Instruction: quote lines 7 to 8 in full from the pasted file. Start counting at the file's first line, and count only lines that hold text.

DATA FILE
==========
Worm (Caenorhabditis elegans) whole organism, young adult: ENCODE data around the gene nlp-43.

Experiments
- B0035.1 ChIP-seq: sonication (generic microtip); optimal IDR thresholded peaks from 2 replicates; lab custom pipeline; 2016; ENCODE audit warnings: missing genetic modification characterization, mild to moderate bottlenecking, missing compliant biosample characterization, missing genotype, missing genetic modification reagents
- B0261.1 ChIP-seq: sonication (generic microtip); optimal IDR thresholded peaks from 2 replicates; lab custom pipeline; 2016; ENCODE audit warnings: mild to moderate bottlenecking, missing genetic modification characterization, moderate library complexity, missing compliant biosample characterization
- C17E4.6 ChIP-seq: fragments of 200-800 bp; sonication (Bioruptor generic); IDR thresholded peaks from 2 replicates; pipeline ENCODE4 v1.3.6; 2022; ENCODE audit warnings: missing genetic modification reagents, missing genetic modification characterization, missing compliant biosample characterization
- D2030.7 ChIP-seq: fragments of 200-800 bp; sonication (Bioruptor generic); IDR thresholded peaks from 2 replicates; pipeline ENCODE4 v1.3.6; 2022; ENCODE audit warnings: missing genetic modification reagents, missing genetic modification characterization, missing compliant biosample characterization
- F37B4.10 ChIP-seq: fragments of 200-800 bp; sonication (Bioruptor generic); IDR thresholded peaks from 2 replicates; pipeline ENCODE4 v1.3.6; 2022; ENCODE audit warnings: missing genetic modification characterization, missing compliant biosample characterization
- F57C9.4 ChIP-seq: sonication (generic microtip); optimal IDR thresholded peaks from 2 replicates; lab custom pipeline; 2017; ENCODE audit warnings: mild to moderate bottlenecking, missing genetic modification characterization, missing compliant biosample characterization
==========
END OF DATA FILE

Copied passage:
- F37B4.10 ChIP-seq: fragments of 200-800 bp; sonication (Bioruptor generic); IDR thresholded peaks from 2 replicates; pipeline ENCODE4 v1.3.6; 2022; ENCODE audit warnings: missing genetic modification characterization, missing compliant biosample characterization
- F57C9.4 ChIP-seq: sonication (generic microtip); optimal IDR thresholded peaks from 2 replicates; lab custom pipeline; 2017; ENCODE audit warnings: mild to moderate bottlenecking, missing genetic modification characterization, missing compliant biosample characterization